Dispelling Kombucha Myths
By Rory Streeter
Despite the rapid rise in the popularity of kombucha over the past few years, there are still plenty of myths that exist about this ancient drink of mysterious origins. So, we’re here to impart some of our brewing wisdom and dispel some of the false claims and misconceptions that many people may have about kombucha.
Myth: Kombucha is made using mushrooms/fungi
Truth: Kombucha is created using a symbiotic culture of bacteria and yeast (SCOBY). The misconception that kombucha is made using mushrooms is due to SCOBY resembling the colour and shape similar to that of a mushroom cap.
Myth: Kombucha should only be consumed in small amounts
Truth: Listen to your gut! Experiment with different amounts of kombucha by incorporating it into your daily diet. If you experience any side effects or have doubts about how it’s affecting your gut health, we recommend consulting your GP or dietitian.
Myth: Drinking home-brewed kombucha can be fatal
Truth: Kombucha has been consumed for thousands of years, long before the rise of big companies that produce the drink in massive quantities. As long as you follow the instructions that come with your DIY kit, your kombucha will be perfectly safe to drink.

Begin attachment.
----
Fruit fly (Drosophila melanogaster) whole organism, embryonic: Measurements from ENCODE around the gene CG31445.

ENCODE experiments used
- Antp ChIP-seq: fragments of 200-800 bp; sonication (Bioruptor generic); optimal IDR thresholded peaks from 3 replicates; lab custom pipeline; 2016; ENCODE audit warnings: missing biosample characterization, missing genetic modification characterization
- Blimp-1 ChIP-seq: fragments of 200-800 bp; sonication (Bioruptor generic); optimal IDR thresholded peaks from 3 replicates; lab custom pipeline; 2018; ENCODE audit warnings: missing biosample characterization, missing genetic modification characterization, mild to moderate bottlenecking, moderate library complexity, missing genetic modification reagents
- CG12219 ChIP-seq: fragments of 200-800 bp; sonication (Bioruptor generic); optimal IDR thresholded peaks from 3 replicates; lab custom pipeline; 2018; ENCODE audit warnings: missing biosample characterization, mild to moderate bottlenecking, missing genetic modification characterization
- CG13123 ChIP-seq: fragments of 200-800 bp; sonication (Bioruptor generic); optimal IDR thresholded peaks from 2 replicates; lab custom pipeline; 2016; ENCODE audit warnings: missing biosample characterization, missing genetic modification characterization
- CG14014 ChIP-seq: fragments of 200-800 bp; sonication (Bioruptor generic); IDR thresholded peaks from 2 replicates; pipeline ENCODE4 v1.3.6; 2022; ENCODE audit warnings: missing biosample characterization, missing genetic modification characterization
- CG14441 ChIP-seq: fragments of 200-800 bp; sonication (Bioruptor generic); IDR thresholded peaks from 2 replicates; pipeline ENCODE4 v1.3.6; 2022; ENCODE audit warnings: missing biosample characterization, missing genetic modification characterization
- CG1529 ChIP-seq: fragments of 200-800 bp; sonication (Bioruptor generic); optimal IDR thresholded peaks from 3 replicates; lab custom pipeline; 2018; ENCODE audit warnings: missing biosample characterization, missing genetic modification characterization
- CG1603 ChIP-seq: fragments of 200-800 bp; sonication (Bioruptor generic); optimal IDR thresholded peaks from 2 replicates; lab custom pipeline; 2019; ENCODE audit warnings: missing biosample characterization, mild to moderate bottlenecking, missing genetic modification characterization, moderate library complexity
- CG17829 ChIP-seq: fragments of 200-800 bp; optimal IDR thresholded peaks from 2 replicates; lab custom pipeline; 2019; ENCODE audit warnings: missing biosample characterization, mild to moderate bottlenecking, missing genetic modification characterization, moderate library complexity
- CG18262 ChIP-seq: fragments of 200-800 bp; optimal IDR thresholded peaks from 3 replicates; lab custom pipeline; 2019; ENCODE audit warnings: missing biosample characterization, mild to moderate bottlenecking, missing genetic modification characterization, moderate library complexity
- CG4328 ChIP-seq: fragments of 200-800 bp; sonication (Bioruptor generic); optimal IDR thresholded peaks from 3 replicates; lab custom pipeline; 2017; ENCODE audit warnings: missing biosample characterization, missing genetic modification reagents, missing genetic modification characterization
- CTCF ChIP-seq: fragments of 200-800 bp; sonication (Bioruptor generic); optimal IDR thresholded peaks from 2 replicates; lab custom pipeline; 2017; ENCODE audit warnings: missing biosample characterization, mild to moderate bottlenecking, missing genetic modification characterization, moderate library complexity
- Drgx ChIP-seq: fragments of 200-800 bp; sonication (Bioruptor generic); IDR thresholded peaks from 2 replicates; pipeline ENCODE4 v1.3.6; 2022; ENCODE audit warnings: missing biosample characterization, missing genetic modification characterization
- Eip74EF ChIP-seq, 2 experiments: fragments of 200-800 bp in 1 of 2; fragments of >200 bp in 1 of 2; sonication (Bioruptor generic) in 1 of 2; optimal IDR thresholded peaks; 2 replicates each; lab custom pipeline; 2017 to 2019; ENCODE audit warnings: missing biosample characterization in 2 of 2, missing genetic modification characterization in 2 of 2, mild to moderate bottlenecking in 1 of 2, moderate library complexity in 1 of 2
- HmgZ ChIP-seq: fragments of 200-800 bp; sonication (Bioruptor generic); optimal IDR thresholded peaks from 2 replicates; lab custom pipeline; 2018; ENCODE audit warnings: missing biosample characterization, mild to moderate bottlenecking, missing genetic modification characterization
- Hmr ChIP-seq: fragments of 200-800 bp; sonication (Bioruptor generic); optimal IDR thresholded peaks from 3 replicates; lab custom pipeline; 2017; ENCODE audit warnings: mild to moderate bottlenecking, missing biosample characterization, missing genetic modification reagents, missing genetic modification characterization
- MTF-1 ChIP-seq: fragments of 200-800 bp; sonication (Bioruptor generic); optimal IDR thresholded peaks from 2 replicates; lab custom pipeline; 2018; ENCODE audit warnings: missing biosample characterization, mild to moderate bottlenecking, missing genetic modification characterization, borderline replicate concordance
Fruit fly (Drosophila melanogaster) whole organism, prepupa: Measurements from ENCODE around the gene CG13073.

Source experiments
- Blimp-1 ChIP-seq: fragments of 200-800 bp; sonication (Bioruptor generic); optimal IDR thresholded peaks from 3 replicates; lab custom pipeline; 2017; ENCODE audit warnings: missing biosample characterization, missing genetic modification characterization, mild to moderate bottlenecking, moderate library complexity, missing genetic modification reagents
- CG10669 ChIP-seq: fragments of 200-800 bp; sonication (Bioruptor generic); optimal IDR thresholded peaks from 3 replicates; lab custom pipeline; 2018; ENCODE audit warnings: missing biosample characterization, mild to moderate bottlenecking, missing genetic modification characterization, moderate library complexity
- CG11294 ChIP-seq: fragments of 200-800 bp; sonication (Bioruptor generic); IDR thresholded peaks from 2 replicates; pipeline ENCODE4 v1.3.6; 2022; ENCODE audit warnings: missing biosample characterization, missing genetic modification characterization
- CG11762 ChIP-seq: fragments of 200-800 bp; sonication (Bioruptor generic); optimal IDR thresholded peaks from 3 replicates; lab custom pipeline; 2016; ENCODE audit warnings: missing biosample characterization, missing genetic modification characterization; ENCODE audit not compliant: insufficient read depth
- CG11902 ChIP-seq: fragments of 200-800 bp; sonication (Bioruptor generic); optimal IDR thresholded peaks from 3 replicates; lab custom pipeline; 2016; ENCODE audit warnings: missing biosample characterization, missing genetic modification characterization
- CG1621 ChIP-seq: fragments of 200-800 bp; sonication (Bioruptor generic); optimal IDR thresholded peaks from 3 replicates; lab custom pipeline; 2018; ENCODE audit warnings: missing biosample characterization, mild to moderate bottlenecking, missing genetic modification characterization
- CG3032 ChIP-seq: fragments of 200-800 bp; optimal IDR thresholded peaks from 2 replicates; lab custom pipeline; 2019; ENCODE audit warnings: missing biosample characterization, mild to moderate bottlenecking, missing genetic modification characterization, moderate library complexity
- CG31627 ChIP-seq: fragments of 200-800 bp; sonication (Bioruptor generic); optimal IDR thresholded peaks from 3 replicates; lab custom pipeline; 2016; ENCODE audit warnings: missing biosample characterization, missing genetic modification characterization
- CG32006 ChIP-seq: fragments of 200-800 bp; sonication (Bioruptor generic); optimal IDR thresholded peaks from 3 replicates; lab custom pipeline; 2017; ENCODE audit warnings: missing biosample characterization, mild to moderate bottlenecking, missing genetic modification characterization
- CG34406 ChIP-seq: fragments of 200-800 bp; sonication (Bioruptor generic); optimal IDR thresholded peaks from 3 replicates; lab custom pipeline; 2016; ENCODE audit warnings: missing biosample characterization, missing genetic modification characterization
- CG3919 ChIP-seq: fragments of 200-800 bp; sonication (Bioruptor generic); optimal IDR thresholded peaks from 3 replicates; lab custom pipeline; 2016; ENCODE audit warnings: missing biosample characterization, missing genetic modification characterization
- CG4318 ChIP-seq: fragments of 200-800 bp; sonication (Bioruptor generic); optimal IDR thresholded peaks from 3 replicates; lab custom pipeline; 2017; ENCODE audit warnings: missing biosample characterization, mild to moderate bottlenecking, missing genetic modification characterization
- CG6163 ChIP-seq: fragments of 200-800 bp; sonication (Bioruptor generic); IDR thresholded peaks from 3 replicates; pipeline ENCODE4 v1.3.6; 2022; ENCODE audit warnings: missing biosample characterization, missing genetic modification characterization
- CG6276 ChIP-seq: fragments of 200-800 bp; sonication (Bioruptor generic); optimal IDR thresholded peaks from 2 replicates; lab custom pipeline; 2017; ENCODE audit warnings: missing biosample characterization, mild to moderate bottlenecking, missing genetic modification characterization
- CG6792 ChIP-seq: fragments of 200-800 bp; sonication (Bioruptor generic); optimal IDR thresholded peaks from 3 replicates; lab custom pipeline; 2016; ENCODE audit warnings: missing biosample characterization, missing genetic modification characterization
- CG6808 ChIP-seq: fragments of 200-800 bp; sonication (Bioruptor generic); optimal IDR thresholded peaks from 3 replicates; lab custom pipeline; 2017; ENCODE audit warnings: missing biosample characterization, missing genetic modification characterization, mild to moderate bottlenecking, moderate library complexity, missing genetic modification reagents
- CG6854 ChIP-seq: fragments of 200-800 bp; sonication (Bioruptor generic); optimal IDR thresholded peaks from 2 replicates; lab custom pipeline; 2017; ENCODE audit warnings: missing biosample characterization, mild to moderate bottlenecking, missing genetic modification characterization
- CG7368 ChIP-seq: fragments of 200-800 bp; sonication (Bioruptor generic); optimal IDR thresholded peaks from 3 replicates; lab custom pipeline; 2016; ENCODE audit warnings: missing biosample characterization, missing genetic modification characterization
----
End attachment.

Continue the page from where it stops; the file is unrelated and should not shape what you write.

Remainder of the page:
Myth: You need a SCOBY in order to make your own kombucha
Truth: Home-brewed kombucha can be made with only a small amount of kombucha from a previous batch. The kombucha contains traces of the culture that will ferment and by the end of your first successful brew, a brand new SCOBY will have grown on top of the tea.
Myth: Kombucha is an alcoholic beverage
Truth: As kombucha is a product of natural fermentation, a very small amount of alcohol is produced throughout the brewing process. However, Kommunity Brew can ensure that all of our kombucha contains less than 0.5% alcohol. This is the Australian standard for non-alcoholic beverages and is safe to drink for those under the age of 18. It must be noted that home-brewed kombucha can contain varying levels of alcohol depending on how long it has been left to ferment, so we advise brewers to use their own discretion when serving their kombucha to others.